Daniel Pipes asks:

How should Western governments deal with the Islamic Republic of Iran, which Washington labels “the most active state sponsor of terrorism”?

If you guessed that his answer is to lend support to an anti-Iranian terrorist group, you would be right. This is Pipes’ example of meting out “tough” treatment to Tehran. Like all other American boosters of the MEK, he fails to understand that aligning the U.S. with a group that the vast majority of Iranians hates is a gift to the Iranian regime. Even if it were true that the MEK is no longer a terrorist group, that wouldn’t make it a useful ally in building up opposition to the Iranian regime. As far as most Iranians are concerned, the MEK will always be tainted by its violent and fanatical past. Providing any kind of help to them, including removal from the list of terrorist organizations, will be taken as an insult by Iranians regardless of their support for the regime. Going beyond that and attempting to use them to subvert the Iranian government is bound to undermine the legitimate Iranian opposition, and it will solidify the impression that U.S. policy is hostile to Iranians and not just the to the regime.

Of course, it isn’t true that the MEK has really abandoned its old ways. Ray Takeyh testified before Congress on the subject of the MEK earlier this month, and he addressed the idea that the MEK has changed:

The core of MEK’s ideology has always been anti-imperialism which it has historically defined as opposition to U.S. interests. The MEK opposed the Shah partly because of his close associations with the United States. MEK’s anti-American compulsions propelled it toward embracing an entire spectrum of radical forces ranging from the Vietcong to the PLO. Given its mission of liberating the working class and expunging the influence of predatory capitalism, the United States has traditionally been identified as a source of exploitation and injustice in MEK literature. As the organization has lost its Iraqi patron and finds itself without any reliable allies, it has somehow modulated its language and sought to moderate its anti-American tone. Such convenient posturing should not distract attention from its well-honed ideological animus to the United States [bold mine-DL].

Terror has always been a hallmark of MEK’s strategy for assuming power. Through much of its past, the party exulted violence as a heroic expression of legitimate dissent. One of the central precepts of the party is that a highly-dedicated group of militants could spark a mass revolution by bravely confronting superior power of the state and assaulting its authority. Once, the masses observe that the state is vulnerable to violence, than they will shed their inhibitions and join the protest, thus sparking the larger revolution. Thus, the most suitable means of affecting political change is necessarily violence. Although in its advocacy in Western capitals, the MEK emphasizes its commitment to democracy and free expression, in neither deed nor word has it forsworn it violent pedigree [bold mine-DL].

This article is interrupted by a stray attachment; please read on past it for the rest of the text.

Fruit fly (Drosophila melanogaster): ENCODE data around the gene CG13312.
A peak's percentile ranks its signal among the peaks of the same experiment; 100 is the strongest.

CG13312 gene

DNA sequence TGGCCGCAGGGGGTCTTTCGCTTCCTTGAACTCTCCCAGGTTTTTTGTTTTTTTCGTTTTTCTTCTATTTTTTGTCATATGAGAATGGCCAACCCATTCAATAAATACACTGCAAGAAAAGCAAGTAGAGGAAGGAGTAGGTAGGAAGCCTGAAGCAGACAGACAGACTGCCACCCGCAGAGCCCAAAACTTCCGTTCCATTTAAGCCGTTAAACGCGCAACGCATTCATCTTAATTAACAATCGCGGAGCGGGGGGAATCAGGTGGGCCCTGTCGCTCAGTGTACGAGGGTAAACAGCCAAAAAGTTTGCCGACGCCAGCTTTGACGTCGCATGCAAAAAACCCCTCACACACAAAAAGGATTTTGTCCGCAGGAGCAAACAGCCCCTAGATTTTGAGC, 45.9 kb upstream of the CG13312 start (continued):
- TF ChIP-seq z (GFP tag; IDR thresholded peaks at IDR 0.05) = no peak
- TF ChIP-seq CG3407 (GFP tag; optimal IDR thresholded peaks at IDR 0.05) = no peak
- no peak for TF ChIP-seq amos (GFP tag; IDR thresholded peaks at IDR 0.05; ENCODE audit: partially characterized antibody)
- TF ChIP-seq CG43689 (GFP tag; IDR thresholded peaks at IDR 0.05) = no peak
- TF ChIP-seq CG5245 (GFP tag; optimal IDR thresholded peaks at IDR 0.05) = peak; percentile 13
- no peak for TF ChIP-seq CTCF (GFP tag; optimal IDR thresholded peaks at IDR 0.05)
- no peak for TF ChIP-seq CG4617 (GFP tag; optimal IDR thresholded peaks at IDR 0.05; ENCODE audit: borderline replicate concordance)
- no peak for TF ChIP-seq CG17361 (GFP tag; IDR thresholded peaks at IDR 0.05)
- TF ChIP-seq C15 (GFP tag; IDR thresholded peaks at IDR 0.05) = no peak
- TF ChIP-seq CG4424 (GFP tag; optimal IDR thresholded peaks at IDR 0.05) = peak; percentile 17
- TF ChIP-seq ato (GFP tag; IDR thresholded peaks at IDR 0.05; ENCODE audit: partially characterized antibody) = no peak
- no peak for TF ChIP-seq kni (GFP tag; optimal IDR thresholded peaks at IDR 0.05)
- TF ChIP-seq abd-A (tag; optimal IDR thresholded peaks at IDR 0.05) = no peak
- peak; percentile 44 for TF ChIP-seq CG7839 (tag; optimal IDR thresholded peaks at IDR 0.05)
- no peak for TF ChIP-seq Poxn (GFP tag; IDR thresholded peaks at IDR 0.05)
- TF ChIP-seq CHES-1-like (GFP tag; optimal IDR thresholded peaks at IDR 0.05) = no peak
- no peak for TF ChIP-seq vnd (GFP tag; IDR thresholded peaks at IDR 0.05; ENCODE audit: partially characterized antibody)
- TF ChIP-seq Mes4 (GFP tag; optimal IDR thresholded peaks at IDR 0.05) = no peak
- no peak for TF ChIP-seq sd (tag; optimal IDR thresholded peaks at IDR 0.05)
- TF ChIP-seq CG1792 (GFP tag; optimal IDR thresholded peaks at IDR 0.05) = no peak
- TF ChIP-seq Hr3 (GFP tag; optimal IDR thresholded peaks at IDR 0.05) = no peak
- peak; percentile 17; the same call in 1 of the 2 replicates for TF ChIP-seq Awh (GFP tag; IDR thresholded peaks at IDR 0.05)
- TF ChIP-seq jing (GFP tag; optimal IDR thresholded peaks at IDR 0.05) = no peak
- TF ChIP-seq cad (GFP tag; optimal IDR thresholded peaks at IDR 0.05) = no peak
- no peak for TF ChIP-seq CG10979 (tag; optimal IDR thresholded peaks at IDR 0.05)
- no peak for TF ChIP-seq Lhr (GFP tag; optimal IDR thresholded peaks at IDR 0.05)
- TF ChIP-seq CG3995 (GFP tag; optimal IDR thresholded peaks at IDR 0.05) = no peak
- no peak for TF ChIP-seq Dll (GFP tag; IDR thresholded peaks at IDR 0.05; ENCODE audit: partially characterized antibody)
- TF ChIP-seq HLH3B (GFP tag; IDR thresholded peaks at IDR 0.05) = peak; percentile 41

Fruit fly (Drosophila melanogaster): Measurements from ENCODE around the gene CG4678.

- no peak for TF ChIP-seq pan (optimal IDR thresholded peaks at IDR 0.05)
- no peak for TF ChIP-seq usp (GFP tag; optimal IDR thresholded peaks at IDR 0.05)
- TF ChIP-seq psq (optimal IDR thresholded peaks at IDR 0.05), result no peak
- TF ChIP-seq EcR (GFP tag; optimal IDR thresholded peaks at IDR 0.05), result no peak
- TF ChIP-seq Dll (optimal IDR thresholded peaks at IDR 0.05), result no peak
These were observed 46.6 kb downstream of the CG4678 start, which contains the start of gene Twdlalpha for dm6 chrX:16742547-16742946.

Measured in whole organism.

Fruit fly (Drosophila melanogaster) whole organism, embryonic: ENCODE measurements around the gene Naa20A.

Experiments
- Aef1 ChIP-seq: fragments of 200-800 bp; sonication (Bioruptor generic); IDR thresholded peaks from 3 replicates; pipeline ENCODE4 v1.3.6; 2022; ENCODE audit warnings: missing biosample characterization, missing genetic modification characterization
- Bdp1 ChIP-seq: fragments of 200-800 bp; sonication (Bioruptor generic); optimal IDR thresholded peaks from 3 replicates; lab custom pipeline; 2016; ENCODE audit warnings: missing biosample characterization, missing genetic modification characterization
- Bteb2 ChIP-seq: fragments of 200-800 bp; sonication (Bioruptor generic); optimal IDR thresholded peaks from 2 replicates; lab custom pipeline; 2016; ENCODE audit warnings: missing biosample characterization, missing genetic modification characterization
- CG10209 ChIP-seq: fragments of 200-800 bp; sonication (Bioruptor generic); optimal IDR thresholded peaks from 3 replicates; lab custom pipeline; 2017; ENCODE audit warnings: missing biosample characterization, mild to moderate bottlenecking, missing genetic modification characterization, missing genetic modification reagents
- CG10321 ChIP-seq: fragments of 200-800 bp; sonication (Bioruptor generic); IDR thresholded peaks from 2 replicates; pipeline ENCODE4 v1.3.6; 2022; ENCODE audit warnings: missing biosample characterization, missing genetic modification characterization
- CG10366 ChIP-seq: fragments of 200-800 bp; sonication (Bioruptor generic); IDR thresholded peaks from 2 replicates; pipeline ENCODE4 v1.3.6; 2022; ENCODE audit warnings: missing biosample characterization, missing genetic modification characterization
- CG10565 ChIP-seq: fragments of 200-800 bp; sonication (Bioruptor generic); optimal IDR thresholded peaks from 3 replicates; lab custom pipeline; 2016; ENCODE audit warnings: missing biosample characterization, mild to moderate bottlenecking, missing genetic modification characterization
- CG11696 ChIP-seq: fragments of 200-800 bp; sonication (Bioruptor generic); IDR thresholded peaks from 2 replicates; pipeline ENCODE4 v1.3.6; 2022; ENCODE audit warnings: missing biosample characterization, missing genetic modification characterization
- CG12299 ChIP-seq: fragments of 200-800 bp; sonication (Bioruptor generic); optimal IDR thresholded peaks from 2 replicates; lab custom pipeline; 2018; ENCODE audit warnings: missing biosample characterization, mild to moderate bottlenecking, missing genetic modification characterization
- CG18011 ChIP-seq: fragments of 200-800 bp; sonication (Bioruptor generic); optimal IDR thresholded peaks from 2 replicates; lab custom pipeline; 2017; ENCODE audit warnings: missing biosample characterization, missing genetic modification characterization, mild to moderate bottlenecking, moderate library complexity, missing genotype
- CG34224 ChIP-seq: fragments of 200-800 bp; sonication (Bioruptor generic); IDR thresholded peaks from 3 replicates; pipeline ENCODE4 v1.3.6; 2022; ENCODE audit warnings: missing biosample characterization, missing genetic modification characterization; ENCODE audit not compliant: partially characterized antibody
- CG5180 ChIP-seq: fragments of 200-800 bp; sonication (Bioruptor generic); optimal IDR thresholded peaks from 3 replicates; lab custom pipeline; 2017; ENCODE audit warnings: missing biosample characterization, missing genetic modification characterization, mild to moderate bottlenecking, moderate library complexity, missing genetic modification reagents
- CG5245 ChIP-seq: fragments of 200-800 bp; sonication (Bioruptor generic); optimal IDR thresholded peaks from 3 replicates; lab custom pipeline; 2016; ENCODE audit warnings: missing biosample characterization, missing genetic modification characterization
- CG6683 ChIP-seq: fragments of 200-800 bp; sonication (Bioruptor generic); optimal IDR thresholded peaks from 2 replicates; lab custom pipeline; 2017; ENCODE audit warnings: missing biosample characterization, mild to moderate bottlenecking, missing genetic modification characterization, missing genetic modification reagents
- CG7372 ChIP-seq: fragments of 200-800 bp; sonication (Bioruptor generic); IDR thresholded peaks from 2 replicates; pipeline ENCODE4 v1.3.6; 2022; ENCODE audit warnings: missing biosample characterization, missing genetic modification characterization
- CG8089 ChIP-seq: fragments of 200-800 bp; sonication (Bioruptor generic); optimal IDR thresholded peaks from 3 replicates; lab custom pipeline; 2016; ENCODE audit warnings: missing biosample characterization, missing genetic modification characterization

Unless the goal is to strengthen the hand of the Iranian regime, sabotage the opposition, and reinforce every negative stereotype Iranians have about the U.S. government, de-listing the MEK would be a horrible mistake. No less important, it would be a disgrace.

Update: One-time Libertarian presidential nominee Bob Barr has joined the pro-MEK bandwagon:

In fact, the past three U.S. administrations have seriously and expressly weakened the ability of opposition forces in Iran to effect positive change. All three have done this by abusing U.S. law that permits the State Department to designate entities as “terrorist organizations” and thereby deny them recognition and access to resources. This is precisely what the federal government for 14 years has done to the single most important and best organized Iranian opposition group, the Mujahedin-e Khalq (MEK).

Like Pipes, Barr puts great emphasis on the supposed preeminence of the MEK among Iranian opposition groups, but this is a huge disservice to the legitimate Iranian opposition. No doubt the MEK believes it is the “single most important” opposition group, but why are so many Americans repeating this nonsense? If the MEK is well-organized, this is no coincidence: it is a fanatical political cult.

Second Update: Takeyh also had this to say in his testimony on Iranian attitudes towards the MEK:

Despite its activism in Western capitals, the MEK commands very little support within Iran. Its alliance with Saddam and its cult-like dispositions have alienated even the radical segments of intelligentsia that once found its ideological template attractive. The main opposition force in Iran remains the Green Movement that features not just liberal activists but clerical dissidents, and middle class elements chaffing under the theocracy’s repressive rule. The Iranian populace is seeking ways of liberalizing its society and not embracing yet another ideological movement with totalitarian tendencies.

I suppose one could argue that Iranian public opinion shouldn’t affect what the U.S. government decides to do, but the MEK’s lack of support inside the country where it is supposedly the “most important” opposition group shows that the advocates for the MEK are just repeating falsehoods they’ve been told to say. It is also hard to miss that the sudden surge of interest in the MEK has largely overtaken American hawks’ former interest in the Green movement.

Third Update: The key legal criterion for continuing to designate the MEK as a terrorist organization is this one:

The organization engages in terrorist activity or terrorism, or retains the capability and intent to engage in terrorist activity or terrorism [bold mine-DL].